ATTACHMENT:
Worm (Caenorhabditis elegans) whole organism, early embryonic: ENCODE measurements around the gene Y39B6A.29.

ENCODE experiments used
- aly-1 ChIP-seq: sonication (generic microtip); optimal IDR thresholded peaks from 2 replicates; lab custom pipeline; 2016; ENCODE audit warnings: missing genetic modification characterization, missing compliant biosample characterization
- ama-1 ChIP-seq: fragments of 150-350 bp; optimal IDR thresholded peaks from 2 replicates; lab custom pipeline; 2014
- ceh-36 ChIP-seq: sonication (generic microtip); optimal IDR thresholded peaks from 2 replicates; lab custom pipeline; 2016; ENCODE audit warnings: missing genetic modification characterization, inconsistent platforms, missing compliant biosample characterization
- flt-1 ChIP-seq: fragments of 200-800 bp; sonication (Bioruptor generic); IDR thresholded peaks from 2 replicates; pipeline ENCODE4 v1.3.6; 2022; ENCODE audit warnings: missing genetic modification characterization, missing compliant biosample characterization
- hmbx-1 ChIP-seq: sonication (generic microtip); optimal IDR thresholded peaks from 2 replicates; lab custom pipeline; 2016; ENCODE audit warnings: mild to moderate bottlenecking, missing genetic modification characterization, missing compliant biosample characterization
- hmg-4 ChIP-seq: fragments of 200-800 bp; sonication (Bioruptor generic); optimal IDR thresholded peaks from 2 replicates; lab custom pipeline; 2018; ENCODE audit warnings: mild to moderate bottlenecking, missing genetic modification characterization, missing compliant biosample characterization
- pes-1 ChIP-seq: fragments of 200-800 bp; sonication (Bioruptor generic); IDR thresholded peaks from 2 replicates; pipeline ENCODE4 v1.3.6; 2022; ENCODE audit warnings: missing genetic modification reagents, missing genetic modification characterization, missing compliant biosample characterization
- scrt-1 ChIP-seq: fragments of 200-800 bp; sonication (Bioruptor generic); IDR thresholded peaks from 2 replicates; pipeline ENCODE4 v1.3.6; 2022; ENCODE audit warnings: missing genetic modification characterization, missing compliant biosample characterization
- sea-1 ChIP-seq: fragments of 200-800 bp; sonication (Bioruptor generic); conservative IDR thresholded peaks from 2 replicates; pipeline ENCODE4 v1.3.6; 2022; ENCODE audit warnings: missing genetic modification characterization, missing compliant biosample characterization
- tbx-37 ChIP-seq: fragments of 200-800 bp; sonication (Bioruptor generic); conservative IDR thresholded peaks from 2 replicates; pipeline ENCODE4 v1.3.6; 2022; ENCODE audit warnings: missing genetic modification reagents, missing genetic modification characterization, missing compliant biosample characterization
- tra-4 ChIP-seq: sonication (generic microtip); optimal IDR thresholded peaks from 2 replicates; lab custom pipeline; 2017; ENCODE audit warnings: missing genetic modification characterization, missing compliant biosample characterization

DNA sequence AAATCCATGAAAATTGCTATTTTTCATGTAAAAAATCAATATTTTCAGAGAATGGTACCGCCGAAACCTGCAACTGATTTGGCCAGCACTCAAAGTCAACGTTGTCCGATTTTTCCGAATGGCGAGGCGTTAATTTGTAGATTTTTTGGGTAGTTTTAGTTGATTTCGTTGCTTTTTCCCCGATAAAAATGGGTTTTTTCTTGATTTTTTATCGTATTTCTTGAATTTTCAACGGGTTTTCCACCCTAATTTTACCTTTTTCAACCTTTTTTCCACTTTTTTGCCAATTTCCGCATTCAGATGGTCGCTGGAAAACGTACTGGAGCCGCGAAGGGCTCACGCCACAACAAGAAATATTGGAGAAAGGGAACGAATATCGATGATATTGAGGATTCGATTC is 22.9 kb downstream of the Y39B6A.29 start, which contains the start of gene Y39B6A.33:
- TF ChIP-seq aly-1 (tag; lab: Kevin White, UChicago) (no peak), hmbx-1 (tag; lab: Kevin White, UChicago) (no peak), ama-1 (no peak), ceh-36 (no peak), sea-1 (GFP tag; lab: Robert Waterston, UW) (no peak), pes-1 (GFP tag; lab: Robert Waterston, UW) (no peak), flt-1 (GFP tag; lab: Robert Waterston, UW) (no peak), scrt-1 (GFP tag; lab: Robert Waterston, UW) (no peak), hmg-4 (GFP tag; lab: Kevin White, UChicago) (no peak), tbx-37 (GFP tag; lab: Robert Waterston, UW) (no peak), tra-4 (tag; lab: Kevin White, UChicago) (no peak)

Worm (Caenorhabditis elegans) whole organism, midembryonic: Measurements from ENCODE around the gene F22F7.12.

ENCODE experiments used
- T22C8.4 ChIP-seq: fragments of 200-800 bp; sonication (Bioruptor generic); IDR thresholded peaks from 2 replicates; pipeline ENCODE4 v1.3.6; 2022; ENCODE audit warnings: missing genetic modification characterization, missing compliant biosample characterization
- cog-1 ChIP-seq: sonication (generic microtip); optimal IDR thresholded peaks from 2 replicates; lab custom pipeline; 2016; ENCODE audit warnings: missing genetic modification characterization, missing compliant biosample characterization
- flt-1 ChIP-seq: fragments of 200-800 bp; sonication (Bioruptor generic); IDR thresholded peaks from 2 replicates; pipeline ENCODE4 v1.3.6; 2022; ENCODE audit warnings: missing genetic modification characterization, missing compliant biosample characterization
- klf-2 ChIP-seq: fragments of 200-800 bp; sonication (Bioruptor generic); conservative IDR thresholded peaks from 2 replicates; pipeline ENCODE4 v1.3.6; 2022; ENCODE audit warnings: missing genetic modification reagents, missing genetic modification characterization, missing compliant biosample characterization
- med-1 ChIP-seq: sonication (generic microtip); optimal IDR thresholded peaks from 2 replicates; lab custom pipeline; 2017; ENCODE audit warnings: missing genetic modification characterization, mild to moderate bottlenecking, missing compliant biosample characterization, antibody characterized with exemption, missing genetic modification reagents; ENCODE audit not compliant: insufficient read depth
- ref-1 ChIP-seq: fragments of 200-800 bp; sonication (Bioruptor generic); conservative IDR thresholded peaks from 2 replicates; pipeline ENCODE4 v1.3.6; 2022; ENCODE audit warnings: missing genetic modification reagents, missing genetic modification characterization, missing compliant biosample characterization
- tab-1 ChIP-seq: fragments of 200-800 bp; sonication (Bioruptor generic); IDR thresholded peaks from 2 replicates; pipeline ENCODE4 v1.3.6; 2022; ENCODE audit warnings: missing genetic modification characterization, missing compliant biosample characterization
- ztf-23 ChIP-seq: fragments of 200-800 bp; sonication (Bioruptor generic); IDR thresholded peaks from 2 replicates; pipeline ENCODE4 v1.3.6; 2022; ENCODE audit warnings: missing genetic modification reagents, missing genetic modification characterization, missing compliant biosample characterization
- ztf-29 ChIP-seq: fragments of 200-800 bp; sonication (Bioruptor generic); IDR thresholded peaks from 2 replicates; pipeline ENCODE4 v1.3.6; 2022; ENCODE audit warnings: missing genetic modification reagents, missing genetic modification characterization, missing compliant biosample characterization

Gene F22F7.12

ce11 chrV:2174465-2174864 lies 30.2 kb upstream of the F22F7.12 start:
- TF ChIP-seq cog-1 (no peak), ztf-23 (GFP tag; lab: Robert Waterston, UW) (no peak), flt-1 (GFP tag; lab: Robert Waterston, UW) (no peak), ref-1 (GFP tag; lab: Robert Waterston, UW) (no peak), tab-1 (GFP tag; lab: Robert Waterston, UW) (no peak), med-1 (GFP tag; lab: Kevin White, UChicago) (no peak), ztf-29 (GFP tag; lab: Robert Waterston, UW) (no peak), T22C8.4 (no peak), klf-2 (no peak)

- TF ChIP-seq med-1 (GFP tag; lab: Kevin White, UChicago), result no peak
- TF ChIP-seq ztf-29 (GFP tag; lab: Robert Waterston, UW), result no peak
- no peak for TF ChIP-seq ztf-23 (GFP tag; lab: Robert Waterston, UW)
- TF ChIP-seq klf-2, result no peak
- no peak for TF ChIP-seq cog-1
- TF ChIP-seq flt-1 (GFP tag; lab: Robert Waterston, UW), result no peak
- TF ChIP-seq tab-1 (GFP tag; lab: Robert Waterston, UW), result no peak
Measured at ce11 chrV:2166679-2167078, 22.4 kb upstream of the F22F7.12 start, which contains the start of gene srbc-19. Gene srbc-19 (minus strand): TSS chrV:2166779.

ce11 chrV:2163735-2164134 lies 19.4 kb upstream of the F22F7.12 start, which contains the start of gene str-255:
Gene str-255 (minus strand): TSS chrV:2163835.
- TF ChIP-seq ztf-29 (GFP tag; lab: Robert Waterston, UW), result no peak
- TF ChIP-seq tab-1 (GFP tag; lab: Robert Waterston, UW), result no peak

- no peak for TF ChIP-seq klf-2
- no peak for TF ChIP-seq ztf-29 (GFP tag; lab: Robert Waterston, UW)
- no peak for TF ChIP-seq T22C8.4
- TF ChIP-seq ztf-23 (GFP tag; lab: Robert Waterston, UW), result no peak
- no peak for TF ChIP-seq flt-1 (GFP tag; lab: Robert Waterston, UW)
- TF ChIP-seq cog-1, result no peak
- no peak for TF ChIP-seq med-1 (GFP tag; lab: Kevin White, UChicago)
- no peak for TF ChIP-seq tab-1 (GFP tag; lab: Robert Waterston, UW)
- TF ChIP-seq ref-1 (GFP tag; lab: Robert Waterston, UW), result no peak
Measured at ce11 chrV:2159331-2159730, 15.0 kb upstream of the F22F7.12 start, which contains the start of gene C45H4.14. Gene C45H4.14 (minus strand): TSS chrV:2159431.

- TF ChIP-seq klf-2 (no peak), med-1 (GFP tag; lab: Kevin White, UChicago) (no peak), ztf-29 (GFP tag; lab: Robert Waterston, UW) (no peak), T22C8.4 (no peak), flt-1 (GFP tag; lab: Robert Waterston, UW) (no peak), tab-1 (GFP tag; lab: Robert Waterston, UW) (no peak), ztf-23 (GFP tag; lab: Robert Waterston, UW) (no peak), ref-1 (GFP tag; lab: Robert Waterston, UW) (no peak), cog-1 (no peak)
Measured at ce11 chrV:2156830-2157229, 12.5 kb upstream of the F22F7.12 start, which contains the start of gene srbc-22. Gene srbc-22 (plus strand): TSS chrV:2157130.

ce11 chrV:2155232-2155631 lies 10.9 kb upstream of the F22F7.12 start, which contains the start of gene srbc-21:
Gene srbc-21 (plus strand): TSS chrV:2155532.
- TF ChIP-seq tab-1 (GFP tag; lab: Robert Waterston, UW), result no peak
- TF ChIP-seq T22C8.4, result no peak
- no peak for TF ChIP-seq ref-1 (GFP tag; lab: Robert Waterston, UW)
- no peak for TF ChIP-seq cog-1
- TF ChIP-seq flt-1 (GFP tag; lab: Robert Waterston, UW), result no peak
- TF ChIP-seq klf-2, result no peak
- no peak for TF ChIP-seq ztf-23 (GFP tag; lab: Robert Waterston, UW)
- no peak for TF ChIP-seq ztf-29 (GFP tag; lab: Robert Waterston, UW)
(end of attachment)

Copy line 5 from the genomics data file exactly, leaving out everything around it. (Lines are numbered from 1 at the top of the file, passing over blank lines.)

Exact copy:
- ceh-36 ChIP-seq: sonication (generic microtip); optimal IDR thresholded peaks from 2 replicates; lab custom pipeline; 2016; ENCODE audit warnings: missing genetic modification characterization, inconsistent platforms, missing compliant biosample characterization